It's hard to hold a team together when mistakes happen. The temptation to point fingers may be hard to resist. Read how real leaders beat the blame game.
Good leaders take more than their share of the blame and less than their share of the credit. Unfortunately, most leaders take more than their share of the credit and less than their share of the blame. They are not respected. When errors do occur, are you ready to support heroic efforts even in the face of failure?
After only two weeks on the job of Data Manager, Ramu had made a critical error that took the school computer system down. Coffee time to discuss performance of students with the parents has scheduled for the next day. He went to his Academic Supervisor (AS) immediately and said, "I think I just made a big mistake." AS replied, "I'm sure it is not as big as you think it is." He confided, "I think it could be bigger."
AS’s eyes got large as Ramu described the system crash and his lack of a data backup of students. In the midst of problem solving, his boss entered in low-brain function, that sub-cortical reptilian area that runs on more emotion than intellect. For fifteen minutes AS might have shouted at for Ramu's mistake. But he went on a silent mode.
Ramu was sure he was history. All Ramu could think of was at least his resume was current; he wouldn't even have to admit that he had ever worked at this school!
AS took the heat for Ramu's mistake. Not once had he even mentioned his name. It would have been tempting. All he would have had to do was to point his finger at Abhi and say, "There HE is. He's new, and he's defective!"
After the Principal ran out of steam, she said, "This shouldn't have even happened!" Ramu's AS replied, "It did, and I take full responsibility. This is my department. But every minute we are spending here means we are that much later in getting the system back up." The Principal left the room, leaving Ramu alone with his AS. AS did not look at him. Instead, he stared at the door, closed his eyes and took a couple of deep breaths. He opened his eyes, a smile formed on his lips, he looked at him and said, "Don't do that again."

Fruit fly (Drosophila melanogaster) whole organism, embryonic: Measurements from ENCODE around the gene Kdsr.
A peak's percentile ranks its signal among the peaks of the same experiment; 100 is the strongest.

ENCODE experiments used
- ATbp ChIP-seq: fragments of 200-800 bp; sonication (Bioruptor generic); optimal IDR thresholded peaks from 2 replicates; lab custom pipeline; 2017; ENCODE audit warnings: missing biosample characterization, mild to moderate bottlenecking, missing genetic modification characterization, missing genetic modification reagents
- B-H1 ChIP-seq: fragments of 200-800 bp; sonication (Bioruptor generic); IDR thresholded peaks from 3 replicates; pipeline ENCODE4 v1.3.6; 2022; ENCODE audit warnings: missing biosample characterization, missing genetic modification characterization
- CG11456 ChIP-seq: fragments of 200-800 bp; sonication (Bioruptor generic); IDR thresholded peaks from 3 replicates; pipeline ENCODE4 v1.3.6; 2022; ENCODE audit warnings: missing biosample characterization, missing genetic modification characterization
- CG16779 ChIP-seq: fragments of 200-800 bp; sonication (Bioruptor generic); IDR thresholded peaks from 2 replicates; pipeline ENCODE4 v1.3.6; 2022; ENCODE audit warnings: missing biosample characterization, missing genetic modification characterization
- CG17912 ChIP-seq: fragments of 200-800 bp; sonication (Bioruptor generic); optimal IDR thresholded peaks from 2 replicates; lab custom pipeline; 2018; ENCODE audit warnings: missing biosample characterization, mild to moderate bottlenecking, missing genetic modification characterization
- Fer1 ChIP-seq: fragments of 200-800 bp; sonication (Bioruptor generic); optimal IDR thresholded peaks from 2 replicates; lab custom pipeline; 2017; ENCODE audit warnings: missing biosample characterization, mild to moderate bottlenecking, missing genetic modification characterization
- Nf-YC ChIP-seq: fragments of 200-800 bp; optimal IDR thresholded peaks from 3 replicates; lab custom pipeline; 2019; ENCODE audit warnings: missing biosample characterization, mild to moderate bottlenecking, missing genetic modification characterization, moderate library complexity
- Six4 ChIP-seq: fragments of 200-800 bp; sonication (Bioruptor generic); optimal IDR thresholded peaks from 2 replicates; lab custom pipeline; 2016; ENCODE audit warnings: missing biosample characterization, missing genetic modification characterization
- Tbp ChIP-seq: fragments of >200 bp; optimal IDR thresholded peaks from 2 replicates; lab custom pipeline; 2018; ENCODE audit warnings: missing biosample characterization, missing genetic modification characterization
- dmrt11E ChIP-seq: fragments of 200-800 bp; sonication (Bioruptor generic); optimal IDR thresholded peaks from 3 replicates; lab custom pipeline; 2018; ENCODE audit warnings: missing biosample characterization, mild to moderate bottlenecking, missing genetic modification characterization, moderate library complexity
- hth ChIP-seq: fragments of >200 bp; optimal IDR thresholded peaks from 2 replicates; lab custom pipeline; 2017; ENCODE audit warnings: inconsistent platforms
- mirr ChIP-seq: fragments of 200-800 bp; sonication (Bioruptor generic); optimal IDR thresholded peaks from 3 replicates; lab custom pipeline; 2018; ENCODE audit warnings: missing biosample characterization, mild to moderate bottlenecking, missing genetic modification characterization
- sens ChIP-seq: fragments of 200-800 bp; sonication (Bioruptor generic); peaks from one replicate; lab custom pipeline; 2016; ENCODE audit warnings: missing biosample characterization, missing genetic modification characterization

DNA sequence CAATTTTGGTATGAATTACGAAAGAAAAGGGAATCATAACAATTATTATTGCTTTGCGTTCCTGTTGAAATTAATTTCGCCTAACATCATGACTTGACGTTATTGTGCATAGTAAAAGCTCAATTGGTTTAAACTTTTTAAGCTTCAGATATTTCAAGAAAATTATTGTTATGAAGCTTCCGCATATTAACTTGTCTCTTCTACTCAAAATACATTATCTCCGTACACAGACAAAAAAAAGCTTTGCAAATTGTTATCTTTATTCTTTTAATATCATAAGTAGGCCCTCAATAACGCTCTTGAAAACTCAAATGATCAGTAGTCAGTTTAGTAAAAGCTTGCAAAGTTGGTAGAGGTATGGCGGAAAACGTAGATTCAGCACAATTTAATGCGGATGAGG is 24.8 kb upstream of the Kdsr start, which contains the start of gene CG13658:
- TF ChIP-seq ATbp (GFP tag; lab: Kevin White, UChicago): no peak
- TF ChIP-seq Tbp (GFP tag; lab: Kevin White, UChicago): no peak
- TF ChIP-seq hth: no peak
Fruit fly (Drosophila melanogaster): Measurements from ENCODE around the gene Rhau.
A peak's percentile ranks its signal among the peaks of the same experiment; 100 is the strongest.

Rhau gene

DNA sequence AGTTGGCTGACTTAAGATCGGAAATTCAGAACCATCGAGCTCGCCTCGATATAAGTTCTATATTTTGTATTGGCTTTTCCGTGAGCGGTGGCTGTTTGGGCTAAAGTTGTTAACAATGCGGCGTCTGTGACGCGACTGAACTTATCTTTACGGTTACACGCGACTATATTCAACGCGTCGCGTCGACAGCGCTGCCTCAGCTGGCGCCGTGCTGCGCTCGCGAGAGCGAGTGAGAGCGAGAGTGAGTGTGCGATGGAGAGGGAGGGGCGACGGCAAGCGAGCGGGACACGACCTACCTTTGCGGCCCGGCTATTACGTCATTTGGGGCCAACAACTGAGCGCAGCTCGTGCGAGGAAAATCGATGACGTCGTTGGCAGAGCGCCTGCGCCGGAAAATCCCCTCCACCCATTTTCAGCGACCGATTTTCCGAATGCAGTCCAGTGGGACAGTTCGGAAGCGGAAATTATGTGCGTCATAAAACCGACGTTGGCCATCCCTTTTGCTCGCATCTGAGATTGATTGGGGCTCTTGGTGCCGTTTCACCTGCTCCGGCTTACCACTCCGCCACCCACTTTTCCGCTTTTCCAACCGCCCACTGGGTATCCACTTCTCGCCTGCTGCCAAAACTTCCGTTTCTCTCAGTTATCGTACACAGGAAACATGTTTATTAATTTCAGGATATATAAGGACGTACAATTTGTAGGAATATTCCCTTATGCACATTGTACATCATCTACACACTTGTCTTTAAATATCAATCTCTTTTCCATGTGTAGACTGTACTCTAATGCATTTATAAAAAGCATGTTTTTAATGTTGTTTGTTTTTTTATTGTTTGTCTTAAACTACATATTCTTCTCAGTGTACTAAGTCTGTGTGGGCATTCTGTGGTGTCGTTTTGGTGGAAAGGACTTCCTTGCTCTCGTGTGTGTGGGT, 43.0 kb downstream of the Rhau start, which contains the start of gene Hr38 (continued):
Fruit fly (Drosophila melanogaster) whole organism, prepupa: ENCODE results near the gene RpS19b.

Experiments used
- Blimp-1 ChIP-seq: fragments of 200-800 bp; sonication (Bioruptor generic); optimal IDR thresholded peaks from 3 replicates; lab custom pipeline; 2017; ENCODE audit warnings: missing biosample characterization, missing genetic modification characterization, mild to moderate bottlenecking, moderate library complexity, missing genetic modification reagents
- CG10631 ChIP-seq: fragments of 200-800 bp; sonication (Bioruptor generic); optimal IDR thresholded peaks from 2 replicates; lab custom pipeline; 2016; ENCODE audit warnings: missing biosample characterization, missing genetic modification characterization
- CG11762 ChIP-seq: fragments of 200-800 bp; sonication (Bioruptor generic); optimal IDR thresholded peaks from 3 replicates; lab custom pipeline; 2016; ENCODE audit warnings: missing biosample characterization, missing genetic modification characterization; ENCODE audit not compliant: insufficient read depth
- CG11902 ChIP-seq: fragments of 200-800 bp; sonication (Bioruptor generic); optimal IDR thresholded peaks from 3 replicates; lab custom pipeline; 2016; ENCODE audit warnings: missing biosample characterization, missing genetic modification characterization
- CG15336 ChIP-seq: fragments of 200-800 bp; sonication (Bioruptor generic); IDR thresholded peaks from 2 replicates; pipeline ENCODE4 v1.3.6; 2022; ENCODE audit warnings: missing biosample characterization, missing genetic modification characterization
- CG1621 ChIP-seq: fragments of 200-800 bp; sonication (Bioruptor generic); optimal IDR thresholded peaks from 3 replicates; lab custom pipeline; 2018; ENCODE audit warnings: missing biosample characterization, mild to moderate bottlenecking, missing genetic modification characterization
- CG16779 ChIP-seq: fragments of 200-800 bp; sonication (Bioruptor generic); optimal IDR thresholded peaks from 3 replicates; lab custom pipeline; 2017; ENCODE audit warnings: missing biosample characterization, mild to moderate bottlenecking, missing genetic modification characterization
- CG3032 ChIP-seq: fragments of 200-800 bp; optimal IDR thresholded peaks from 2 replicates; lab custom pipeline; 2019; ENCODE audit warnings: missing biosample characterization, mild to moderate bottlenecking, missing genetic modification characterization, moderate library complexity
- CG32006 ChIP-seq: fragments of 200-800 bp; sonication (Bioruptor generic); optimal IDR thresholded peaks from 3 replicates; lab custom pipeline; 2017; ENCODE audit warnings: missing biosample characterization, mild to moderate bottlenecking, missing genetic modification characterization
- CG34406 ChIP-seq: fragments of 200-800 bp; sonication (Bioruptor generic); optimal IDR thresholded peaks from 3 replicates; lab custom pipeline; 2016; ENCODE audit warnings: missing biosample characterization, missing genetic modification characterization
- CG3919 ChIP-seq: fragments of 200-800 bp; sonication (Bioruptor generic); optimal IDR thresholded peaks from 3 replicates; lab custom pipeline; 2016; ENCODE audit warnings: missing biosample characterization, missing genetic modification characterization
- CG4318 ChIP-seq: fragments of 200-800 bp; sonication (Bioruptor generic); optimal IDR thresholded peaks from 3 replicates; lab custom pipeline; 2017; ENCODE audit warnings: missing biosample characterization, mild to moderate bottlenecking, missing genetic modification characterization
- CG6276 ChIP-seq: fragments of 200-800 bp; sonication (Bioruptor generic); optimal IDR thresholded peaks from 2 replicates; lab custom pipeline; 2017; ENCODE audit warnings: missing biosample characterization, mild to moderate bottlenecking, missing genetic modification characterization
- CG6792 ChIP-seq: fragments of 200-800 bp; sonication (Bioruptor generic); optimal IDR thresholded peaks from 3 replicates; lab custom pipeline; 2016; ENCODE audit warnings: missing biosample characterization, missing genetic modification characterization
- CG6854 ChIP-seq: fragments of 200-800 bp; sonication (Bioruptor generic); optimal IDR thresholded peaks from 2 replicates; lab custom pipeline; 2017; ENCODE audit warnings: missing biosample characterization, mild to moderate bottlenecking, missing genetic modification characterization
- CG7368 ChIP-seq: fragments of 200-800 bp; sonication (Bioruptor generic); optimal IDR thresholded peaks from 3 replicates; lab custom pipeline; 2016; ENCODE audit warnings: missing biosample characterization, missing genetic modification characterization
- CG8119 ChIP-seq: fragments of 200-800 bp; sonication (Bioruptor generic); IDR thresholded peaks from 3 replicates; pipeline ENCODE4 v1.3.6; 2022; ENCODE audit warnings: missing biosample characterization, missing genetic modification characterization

He all but fell over his own words of apology. He stopped him, "I think you are going to remember the importance of backup. And if this continues to be a problem, we will have a different kind of conversation. But you took responsibility for your mistake. Most of the time, I have to search to find them. I respect what you did. You're the kind of person I want working on my team. Now, I'm going to need your help to get this system back online at the earliest to avoid an embarrassment tomorrow for the coffee time with parents."
What happened after this conversation was the real leadership mantra for all leaders. The techno-savvy AS accompanied Ramu to the data room and started working with Ramu till late night to restore the data lost. Finally, they could finish the work and next day’s coffee time became a great success.
At the end of the day Ramu went to the AS’s office to apologies for the mistake. But before he could apologies, the AS stood up from his seat and thanked him for working beyond duty time and even appreciated his computer skills and ability to deal with emergency situations. Ramu was really surprised and thanked God.
Weeks, months and year’s went on, Ramu continued serving the school with the same boss. One day one of his colleague asked him, why does you are so sincere to that person? Ramu replied him by narrating the incident that had happened after two weeks of his joining the school and asked him to look at his business card and said, "You can't see it, but every day I write in invisible ink - 'SLAVE.' I would do anything for that AS!"
Leadership may not be as complicated as we make it. The late Bear Bryant, the great football coach, shared the same truth Ramu's boss lived when he said: "I'm just a plow-hand from Arkansas, but I have learned how to hold a team together. How to lift some men up, how to calm down the others, until finally they've got one heartbeat together, a team. There's just three things I'd ever say: If anything goes bad, I did it. If anything goes semi-good, then we did it. If anything goes real good, then you did it. That's all it takes to get people to win football games for you." Those are wise words on leadership no matter what kind of team you lead.
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